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Suspect arrested in connection with the bombing at the Alabama Attorney General's building

On Wednesday, a federal court unsealed two indictments against and arrested, Benjamin Douglas Calvert – age 26 of Irondale – in connection with a bomb detonated outside of the Alabama Attorney General's building in Montgomery on February 24. A second explosive device was later recovered undetonated in Montgomery.

The case was unsealed Wednesday by the U.S. District Court for the Middle District of Alabama. Calvert will appear in federal court in Montgomery Wednesday.

"Thanks to the work of the FBI and our state and local law enforcement partners, this defendant is being held accountable for allegedly detonating an explosive device outside of the Alabama Attorney General's Office," said U.S. Attorney General Merrick B. Garland. "The Justice Department has no tolerance for acts of violence targeting those who serve the public."

"Federal, state, and local law enforcement agents worked tirelessly to investigate this matter," stated Acting United States Attorney for the Middle District of Alabama Jonathan S. Ross. "The arrest today is a reflection of the way in which close cooperation among law enforcement agencies facilitates the pursuit of justice. I am grateful for the efforts of all involved."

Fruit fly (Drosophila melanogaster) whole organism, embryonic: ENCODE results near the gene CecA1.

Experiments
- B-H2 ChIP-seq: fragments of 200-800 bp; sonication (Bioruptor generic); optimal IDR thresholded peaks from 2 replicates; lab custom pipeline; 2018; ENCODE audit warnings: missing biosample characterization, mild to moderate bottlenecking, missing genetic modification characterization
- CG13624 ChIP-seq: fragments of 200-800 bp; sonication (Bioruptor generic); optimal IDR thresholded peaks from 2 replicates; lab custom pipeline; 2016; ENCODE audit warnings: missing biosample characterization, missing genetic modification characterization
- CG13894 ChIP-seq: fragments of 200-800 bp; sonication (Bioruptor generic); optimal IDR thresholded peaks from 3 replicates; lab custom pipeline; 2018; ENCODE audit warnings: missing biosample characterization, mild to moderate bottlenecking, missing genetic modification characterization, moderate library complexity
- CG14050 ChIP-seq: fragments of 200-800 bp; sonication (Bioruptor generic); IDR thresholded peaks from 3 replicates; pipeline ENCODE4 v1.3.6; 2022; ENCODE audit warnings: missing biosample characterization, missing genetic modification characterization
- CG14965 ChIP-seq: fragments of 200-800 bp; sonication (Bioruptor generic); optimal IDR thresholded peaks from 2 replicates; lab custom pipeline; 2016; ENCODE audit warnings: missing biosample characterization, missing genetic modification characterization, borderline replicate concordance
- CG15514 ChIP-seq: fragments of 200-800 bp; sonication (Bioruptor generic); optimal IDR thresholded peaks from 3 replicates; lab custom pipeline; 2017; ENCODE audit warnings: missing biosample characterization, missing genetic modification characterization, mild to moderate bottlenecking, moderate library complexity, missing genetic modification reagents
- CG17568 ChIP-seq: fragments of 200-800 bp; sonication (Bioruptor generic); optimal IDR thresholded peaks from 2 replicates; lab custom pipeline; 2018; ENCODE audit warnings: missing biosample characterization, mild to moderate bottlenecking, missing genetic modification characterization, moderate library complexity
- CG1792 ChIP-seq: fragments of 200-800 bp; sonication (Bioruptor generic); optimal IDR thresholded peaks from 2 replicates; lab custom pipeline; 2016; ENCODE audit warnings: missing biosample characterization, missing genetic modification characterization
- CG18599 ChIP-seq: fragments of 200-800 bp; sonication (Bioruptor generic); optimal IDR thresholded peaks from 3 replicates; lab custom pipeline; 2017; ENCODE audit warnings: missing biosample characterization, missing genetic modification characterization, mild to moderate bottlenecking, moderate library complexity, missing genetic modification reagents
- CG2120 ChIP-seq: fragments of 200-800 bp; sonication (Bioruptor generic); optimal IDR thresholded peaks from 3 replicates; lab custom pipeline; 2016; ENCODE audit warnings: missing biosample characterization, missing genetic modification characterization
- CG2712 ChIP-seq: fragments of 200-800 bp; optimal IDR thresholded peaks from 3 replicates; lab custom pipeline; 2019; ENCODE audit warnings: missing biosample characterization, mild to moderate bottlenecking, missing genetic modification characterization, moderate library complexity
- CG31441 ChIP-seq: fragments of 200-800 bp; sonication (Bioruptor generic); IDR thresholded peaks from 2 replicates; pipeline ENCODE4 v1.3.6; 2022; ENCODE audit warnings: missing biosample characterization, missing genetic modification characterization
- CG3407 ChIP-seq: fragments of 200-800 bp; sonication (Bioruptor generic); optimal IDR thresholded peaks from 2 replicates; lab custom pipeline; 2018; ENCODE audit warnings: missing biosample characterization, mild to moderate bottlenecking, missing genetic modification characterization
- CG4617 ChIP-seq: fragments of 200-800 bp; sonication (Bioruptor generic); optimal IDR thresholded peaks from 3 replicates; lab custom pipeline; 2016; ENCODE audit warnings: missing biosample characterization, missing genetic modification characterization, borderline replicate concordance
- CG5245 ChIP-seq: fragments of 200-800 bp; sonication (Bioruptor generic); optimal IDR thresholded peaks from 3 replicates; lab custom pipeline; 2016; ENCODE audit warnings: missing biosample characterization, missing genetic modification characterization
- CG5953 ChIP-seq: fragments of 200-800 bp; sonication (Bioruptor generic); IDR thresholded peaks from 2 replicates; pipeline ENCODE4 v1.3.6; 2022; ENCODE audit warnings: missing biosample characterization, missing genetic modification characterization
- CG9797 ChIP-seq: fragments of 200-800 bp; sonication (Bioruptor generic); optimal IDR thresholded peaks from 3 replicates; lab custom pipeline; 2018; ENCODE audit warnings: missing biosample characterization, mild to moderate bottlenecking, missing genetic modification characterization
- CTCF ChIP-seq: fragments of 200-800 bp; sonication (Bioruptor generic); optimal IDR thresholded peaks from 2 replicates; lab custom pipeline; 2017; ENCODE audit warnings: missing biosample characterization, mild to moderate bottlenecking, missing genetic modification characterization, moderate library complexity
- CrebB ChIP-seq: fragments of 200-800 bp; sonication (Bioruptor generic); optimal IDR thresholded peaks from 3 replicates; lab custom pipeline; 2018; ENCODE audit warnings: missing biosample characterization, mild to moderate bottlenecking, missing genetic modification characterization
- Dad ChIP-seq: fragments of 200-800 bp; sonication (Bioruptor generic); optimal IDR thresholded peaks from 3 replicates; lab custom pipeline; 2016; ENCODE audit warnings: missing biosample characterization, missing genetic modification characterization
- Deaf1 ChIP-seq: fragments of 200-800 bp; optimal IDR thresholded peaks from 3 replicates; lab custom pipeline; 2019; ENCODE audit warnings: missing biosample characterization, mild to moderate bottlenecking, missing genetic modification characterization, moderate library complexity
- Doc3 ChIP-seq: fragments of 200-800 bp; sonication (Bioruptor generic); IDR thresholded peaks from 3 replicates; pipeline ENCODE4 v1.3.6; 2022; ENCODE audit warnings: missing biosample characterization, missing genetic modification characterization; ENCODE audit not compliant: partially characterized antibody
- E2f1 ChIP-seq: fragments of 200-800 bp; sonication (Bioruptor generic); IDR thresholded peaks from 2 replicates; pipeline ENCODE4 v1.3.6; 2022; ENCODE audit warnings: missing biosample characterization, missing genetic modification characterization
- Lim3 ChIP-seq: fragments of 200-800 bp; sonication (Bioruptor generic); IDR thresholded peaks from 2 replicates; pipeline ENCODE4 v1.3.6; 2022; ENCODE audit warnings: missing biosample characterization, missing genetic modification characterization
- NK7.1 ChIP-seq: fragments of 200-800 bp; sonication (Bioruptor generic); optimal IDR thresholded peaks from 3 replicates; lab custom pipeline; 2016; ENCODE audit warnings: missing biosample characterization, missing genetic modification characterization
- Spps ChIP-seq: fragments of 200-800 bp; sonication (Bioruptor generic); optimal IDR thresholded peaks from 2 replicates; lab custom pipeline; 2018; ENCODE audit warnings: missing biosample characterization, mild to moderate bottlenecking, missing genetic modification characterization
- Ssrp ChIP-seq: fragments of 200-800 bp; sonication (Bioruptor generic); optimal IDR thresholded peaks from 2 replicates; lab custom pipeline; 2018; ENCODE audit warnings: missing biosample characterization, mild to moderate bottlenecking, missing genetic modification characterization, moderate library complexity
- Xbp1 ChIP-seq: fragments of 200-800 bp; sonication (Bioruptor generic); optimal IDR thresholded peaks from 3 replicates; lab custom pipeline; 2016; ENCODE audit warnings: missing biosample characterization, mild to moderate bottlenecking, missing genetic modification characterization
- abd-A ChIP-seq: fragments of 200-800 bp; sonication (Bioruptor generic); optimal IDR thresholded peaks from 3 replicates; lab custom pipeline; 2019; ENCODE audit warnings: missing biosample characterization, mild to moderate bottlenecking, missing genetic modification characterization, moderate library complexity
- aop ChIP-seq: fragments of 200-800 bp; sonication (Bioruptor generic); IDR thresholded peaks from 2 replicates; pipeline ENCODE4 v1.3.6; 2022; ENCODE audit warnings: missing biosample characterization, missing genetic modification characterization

Calvert is being charged with two felony counts of malicious damage by explosive and possession of an unregistered destructive device.

As the detonation occurred in the early morning hours on a Saturday, no staff or bystanders were injured by the explosion.

"My staff and I are breathing a collective sigh of relief this morning knowing that this individual has been taken off the streets," said Attorney General Marshall. "Although more information will be provided in the weeks to come, I think it is safe to say that this was not a random act of violence. We are grateful to our federal and local partners for their assistance in this matter and are pleased that the offender faces federal charges carrying significant prison time."

If convicted, Calvert faces a maximum penalty of 20 years of imprisonment and a fine for malicious damage by explosive, and 10 years of imprisonment and up to a $10,000 fine for the possession of an unregistered destructive device.

An indictment is merely an accusation by the government that the accused has committed a crime. Mr. Calvert, like all indicted persons, is presumed innocent until convicted by a jury of his peers.

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